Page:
To me, the Lakers’ problems have everything to do with a distinct lack of effort from the entire team to defense as well as sloppy execution of their offense.  Defensively, the guards on both the starting unit and the bench crew allow far too many points.  They get beat into the lane on penetration plays (especially when Andrew Bynum is not on the floor – just watch how fearless the other teams always are when Bynum is on the bench, then compare how they play when he is on the floor); they get lost on picks and allow jumpshots; they leave their guys open for uncontested threes.  Offensively, they have been pathetic in their execution.  They throw way too many errant passes and lose the ball way too often, and Kobe Bryant in particular seems to indulge in really bad shot selection.

The Lakers have the league’s best 1-2-3 frontline in Pau Gasol, Andrew Bynum, and Lamar Odom.  The thing with forwards and centers is that they depend on the guards to feed them the ball for them to score, other than on put-backs of course.  The Lakers, though, and specifically Kobe Bryant, have shown an alarming tendency to forget about their big guys and not run the offense through them for significant stretches in most games.  When the guards freelance and launch long jumper after long jumper and miss, the other team’s transition game comes into play, and the Lakers get torched.  The team has shown that, so far this year, they have been massively impatient on offense and simply ignore their biggest matchup advantages.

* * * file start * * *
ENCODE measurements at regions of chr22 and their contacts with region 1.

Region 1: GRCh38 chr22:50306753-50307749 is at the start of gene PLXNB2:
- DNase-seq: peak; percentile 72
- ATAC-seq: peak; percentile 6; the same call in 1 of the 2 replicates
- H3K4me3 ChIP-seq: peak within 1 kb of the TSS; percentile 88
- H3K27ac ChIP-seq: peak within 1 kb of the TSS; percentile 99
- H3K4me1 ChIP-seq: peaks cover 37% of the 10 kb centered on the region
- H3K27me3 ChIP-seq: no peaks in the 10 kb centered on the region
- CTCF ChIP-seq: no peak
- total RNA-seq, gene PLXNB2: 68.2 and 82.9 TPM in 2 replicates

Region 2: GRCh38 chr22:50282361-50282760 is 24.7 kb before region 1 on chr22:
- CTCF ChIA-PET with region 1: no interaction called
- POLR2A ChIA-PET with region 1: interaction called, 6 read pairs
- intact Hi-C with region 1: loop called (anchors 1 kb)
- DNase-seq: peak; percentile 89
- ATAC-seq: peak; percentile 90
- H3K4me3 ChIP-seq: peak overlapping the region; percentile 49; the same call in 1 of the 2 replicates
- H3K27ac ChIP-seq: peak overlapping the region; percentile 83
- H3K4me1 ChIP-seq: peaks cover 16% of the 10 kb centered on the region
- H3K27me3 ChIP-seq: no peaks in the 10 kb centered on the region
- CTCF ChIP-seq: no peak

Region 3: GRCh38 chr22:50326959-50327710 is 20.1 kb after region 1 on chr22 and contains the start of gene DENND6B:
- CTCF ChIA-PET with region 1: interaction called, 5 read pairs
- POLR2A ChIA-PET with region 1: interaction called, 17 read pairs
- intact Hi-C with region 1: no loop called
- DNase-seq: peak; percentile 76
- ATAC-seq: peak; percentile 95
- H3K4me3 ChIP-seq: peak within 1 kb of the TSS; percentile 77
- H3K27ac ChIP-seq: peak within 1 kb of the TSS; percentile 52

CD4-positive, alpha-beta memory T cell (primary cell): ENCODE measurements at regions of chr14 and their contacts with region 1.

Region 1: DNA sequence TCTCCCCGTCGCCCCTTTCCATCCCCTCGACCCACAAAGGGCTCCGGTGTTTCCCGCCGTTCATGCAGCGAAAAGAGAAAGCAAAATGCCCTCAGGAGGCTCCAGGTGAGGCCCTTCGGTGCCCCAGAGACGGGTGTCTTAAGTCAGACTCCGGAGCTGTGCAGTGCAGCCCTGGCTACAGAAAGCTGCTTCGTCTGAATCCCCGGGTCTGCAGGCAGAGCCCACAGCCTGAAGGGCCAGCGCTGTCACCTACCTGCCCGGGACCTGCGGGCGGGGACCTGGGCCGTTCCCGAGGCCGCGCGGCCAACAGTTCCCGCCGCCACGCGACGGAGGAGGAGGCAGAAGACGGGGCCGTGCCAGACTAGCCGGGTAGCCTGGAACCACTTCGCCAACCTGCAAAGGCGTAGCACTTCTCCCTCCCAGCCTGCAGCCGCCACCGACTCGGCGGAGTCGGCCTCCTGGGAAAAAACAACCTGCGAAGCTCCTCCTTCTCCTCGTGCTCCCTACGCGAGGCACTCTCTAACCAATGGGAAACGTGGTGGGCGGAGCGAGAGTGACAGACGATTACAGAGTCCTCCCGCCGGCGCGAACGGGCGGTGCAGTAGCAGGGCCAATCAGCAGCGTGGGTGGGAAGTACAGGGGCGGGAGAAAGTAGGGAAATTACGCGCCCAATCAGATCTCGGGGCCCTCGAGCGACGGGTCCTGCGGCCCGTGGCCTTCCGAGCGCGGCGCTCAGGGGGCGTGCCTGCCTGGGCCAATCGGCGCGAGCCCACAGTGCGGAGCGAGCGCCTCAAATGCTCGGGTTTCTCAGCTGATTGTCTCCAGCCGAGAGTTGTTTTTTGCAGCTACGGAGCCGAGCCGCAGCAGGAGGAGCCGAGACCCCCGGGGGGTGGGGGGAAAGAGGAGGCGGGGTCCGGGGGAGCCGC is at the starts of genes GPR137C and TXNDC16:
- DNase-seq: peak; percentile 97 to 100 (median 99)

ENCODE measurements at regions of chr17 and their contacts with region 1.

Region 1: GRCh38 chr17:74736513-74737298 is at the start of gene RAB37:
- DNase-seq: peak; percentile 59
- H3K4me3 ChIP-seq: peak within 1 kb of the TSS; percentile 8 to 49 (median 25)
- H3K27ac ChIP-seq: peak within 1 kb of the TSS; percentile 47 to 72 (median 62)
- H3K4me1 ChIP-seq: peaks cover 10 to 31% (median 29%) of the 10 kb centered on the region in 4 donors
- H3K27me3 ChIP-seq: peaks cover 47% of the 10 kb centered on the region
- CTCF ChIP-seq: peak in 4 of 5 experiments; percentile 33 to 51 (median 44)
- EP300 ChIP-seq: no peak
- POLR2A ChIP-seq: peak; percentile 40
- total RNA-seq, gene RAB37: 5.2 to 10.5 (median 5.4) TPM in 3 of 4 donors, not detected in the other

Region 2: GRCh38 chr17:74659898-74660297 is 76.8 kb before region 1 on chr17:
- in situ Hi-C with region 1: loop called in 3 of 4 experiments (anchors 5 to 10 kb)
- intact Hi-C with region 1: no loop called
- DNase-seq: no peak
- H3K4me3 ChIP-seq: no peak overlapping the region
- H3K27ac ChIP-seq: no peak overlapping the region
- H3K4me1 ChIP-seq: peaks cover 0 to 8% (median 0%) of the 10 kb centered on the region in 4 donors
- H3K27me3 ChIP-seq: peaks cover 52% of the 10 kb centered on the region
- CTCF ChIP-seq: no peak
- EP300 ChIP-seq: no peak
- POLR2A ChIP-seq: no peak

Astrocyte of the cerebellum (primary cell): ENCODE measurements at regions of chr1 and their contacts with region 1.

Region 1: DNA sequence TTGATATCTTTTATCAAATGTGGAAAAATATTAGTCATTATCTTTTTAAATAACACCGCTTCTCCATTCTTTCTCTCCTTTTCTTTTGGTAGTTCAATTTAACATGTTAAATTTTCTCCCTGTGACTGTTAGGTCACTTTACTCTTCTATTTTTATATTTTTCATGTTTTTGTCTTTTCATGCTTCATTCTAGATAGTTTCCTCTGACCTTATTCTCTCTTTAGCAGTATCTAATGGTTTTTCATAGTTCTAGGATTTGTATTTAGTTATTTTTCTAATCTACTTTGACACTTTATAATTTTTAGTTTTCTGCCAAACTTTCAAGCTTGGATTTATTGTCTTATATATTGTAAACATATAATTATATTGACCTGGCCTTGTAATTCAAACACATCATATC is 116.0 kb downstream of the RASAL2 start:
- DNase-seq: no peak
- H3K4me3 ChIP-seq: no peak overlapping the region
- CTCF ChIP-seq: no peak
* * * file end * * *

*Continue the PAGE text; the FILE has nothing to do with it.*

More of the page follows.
The offense has to run through their bigs every single time down the floor.

To not do so is stupid, in my opinion.


I hope the Lakers can recover sufficiently and learn how to play and win like the champions they are supposed to be.